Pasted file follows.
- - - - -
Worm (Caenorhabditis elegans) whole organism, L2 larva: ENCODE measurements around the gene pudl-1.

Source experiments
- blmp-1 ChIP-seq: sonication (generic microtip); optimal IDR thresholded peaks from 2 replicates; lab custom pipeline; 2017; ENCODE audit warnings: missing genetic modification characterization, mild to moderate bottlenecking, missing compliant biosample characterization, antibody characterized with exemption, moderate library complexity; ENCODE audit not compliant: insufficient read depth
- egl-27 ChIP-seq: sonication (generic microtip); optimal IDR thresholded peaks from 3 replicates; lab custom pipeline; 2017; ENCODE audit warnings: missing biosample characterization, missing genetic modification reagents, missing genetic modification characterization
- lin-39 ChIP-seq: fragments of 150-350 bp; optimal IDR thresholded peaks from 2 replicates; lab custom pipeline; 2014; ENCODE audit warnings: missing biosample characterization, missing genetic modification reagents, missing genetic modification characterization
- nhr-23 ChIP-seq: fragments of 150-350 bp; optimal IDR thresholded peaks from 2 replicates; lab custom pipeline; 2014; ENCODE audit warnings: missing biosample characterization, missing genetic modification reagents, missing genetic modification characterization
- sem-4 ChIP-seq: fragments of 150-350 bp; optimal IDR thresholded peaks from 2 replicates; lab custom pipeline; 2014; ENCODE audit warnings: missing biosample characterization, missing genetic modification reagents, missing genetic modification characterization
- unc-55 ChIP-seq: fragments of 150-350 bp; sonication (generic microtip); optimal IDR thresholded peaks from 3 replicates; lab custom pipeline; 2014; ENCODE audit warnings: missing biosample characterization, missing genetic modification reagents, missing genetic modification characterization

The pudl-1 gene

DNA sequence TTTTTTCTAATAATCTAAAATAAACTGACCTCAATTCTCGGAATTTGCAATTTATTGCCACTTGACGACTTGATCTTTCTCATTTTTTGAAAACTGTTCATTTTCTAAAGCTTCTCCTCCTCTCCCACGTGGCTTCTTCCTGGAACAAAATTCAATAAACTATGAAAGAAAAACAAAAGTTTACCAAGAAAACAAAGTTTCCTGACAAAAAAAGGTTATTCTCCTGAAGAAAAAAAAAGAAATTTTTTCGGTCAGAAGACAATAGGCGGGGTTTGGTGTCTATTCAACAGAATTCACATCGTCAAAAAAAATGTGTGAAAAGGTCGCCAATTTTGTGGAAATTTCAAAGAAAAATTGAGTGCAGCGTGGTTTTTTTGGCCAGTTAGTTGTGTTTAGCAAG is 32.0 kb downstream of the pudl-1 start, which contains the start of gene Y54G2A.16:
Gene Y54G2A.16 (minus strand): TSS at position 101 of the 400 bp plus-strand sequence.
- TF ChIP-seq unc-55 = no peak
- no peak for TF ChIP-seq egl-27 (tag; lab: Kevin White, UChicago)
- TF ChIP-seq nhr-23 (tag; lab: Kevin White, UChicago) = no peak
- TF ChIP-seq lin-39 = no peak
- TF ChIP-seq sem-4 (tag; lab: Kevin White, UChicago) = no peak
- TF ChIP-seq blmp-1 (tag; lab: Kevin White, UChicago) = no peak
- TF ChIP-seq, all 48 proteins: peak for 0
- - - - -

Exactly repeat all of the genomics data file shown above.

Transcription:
Worm (Caenorhabditis elegans) whole organism, L2 larva: ENCODE measurements around the gene pudl-1.

Source experiments
- blmp-1 ChIP-seq: sonication (generic microtip); optimal IDR thresholded peaks from 2 replicates; lab custom pipeline; 2017; ENCODE audit warnings: missing genetic modification characterization, mild to moderate bottlenecking, missing compliant biosample characterization, antibody characterized with exemption, moderate library complexity; ENCODE audit not compliant: insufficient read depth
- egl-27 ChIP-seq: sonication (generic microtip); optimal IDR thresholded peaks from 3 replicates; lab custom pipeline; 2017; ENCODE audit warnings: missing biosample characterization, missing genetic modification reagents, missing genetic modification characterization
- lin-39 ChIP-seq: fragments of 150-350 bp; optimal IDR thresholded peaks from 2 replicates; lab custom pipeline; 2014; ENCODE audit warnings: missing biosample characterization, missing genetic modification reagents, missing genetic modification characterization
- nhr-23 ChIP-seq: fragments of 150-350 bp; optimal IDR thresholded peaks from 2 replicates; lab custom pipeline; 2014; ENCODE audit warnings: missing biosample characterization, missing genetic modification reagents, missing genetic modification characterization
- sem-4 ChIP-seq: fragments of 150-350 bp; optimal IDR thresholded peaks from 2 replicates; lab custom pipeline; 2014; ENCODE audit warnings: missing biosample characterization, missing genetic modification reagents, missing genetic modification characterization
- unc-55 ChIP-seq: fragments of 150-350 bp; sonication (generic microtip); optimal IDR thresholded peaks from 3 replicates; lab custom pipeline; 2014; ENCODE audit warnings: missing biosample characterization, missing genetic modification reagents, missing genetic modification characterization

The pudl-1 gene

DNA sequence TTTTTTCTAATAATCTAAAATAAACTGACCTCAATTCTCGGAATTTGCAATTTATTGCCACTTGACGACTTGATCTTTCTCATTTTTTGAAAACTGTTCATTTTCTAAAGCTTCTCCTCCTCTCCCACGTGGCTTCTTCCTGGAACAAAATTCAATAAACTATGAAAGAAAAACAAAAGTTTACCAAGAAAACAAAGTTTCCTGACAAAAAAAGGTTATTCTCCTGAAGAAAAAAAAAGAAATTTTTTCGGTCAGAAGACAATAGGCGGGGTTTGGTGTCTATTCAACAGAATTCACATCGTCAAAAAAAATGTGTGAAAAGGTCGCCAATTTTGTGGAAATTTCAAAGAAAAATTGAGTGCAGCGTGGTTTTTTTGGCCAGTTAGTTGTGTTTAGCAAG is 32.0 kb downstream of the pudl-1 start, which contains the start of gene Y54G2A.16:
Gene Y54G2A.16 (minus strand): TSS at position 101 of the 400 bp plus-strand sequence.
- TF ChIP-seq unc-55 = no peak
- no peak for TF ChIP-seq egl-27 (tag; lab: Kevin White, UChicago)
- TF ChIP-seq nhr-23 (tag; lab: Kevin White, UChicago) = no peak
- TF ChIP-seq lin-39 = no peak
- TF ChIP-seq sem-4 (tag; lab: Kevin White, UChicago) = no peak
- TF ChIP-seq blmp-1 (tag; lab: Kevin White, UChicago) = no peak
- TF ChIP-seq, all 48 proteins: peak for 0